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The Intimate, Urbanising Frontier: Native Camps and Settler Colonialism’s Violent Array of Spaces around Early Melbourne

  • Penelope Edmonds

Abstract

During the 1840s many Aboriginal people moved in and out of the new settlement of Melbourne, and lived and camped along the Yarra River and Merri Creek, which run through the northeastern stretches of the city. Yet, in 1841 newly arrived Englishwoman Sarah Bunbury could walk the same river and see an entirely different settler space. ‘I am charmed with Australia dear Mama and Papa’, she wrote in a letter home. Sarah described the houses of Europeans along the banks of the Yarra River in this early settlement as ‘very pretty English cottages’, and ‘at the back of the house was a pretty plantation of gum trees and mimosas … thinned out enough to make it look like an English park’.1 Although Sarah’s husband, Hanmer Bunbury, freely registered his own hostile adjudications of Aboriginal people in letters home, in her many letters Sarah never mentioned sighting or encountering a single Aboriginal person, until at last Hanmer took her to view an Aboriginal corroboree in 1843.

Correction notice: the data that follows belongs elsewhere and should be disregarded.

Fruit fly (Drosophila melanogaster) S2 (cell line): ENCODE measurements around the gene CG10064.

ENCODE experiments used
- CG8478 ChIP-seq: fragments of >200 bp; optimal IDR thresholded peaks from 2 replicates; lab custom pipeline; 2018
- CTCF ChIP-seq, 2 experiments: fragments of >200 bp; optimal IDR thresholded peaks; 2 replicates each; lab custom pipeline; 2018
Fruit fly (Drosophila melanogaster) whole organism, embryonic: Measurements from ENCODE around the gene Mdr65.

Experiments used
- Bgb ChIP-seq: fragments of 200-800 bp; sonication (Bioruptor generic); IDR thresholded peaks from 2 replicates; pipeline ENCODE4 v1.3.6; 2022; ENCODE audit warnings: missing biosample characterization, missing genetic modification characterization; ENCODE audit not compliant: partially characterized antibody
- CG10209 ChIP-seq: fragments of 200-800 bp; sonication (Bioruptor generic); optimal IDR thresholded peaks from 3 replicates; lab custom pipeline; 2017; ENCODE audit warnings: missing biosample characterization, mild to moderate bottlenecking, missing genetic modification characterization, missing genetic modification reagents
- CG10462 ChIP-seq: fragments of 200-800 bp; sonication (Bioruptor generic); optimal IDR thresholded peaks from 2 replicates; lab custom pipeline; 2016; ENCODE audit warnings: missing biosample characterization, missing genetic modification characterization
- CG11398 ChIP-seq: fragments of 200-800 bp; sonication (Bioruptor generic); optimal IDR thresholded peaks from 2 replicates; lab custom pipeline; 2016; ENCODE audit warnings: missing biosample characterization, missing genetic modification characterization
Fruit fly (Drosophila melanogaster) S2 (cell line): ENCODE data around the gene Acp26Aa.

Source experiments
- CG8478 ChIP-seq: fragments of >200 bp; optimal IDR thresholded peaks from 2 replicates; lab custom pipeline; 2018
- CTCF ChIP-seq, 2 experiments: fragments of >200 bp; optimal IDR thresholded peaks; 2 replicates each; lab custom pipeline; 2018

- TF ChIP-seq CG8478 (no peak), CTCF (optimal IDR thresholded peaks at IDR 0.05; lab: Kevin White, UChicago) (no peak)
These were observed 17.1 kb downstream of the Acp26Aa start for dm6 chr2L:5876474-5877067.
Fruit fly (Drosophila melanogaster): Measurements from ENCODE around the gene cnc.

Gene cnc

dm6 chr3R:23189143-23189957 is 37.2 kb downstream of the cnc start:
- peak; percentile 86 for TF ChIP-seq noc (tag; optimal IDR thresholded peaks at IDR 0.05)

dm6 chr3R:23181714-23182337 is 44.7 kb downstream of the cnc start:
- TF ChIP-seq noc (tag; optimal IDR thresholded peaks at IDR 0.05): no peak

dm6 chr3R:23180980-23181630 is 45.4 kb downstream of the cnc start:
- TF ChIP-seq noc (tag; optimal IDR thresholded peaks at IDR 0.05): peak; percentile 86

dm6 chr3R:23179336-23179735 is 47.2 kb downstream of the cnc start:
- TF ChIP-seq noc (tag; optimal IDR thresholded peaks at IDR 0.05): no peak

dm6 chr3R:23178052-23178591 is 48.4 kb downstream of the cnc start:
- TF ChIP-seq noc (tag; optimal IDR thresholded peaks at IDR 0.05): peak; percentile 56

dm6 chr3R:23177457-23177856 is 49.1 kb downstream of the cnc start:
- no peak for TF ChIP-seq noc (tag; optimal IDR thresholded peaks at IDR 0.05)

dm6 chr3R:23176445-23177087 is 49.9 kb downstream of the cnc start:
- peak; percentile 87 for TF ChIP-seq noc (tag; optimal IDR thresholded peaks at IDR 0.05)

Keywords

White Woman Aboriginal People Urbanise Space Aboriginal Woman Town Council 
These keywords were added by machine and not by the authors. This process is experimental and the keywords may be updated as the learning algorithm improves.

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Notes

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Copyright information

© Palgrave Macmillan, a division of Macmillan Publishers Limited 2010

Authors and Affiliations

  • Penelope Edmonds

There are no affiliations available

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